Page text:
Letters from George Constantin, pastor of the Church of the Evangelists in Greece, to Waterman Thomas Hewett, professor of German at Cornell University. The collection also includes letters by Vlasios Chrysikopoulos, Director of the National Library in Greece, and Artemis Kallergis.
Quantity: Forty (40) documents.
Gift of H. W. Hewett-Thayer, 1946.
The Rev. William Aigner Wigram was appointed in 1902 by the Archbishop of Canterbury to head his mission to the Assyrian Christians in Kurdistan. He also offered his services in Constantinople and Mesopotamia. In 1922 he became chaplain to the British Legation in Athens, where he actively participated to the relief of the Greek refugees from Asia Minor. In 1928 he was appointed to a canonry in Malta. His papers contain photographs of his participation, to the ‘Hellenic Travel’ of Sir Henry Lunn, obituaries and letters of condolences.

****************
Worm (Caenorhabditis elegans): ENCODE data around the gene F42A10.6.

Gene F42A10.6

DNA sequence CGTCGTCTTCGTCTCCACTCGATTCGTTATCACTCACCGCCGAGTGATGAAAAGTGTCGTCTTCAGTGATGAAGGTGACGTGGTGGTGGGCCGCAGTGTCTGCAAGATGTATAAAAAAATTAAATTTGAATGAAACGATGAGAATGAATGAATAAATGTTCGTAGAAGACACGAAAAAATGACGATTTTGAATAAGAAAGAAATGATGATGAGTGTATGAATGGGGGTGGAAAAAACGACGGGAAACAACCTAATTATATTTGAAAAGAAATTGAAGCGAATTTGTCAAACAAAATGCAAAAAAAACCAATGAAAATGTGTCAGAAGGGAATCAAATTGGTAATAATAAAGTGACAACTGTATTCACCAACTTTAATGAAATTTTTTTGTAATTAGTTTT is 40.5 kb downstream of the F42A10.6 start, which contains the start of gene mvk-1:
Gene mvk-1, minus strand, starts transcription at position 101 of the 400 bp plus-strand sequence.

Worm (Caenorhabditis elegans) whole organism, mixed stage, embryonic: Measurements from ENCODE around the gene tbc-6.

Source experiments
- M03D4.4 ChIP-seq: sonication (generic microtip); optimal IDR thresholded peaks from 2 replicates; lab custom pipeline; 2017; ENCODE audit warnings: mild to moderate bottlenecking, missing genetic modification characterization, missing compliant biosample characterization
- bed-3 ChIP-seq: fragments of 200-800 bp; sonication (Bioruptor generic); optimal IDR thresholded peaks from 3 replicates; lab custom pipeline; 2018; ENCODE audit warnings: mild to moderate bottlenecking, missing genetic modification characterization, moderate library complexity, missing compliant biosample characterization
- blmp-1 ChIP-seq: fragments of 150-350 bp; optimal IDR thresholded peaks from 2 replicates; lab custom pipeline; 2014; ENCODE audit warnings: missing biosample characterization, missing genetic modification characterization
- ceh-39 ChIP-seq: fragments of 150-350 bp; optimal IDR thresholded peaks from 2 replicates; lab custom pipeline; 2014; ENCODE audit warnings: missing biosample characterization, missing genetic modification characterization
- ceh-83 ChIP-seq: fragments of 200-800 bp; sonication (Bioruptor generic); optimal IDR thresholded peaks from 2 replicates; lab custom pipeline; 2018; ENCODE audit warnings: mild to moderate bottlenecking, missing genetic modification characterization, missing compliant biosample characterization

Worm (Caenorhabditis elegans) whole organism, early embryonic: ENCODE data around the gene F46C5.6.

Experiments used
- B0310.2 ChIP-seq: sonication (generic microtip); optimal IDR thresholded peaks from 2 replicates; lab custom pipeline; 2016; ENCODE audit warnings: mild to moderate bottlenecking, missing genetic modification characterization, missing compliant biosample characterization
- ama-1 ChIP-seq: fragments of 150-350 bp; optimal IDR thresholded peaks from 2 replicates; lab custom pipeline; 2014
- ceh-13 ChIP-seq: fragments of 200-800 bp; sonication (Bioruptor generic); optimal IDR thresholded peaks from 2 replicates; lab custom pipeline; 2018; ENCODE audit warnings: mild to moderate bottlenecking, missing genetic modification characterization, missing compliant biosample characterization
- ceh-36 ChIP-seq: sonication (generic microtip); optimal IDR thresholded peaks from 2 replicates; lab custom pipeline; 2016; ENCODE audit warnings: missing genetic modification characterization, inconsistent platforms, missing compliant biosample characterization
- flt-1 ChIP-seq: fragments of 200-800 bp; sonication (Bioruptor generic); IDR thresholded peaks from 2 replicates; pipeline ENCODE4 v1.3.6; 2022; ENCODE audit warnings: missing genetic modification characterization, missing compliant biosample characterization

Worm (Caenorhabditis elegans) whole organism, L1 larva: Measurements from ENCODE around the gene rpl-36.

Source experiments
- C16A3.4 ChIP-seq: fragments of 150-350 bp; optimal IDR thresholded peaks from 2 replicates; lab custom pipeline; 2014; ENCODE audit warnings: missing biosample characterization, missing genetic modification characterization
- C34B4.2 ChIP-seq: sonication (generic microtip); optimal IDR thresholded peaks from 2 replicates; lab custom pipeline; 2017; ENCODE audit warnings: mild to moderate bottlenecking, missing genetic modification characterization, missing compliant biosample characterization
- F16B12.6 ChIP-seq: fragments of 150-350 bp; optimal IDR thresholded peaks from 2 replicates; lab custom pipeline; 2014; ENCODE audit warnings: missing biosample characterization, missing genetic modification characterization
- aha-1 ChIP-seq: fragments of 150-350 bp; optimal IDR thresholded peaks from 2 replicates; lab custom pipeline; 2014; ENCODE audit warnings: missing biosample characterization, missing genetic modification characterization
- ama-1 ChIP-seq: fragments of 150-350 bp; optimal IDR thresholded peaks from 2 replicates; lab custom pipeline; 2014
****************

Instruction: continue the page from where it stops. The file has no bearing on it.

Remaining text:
Quantity: 1 box
Donated to the Gennadius Library in 1988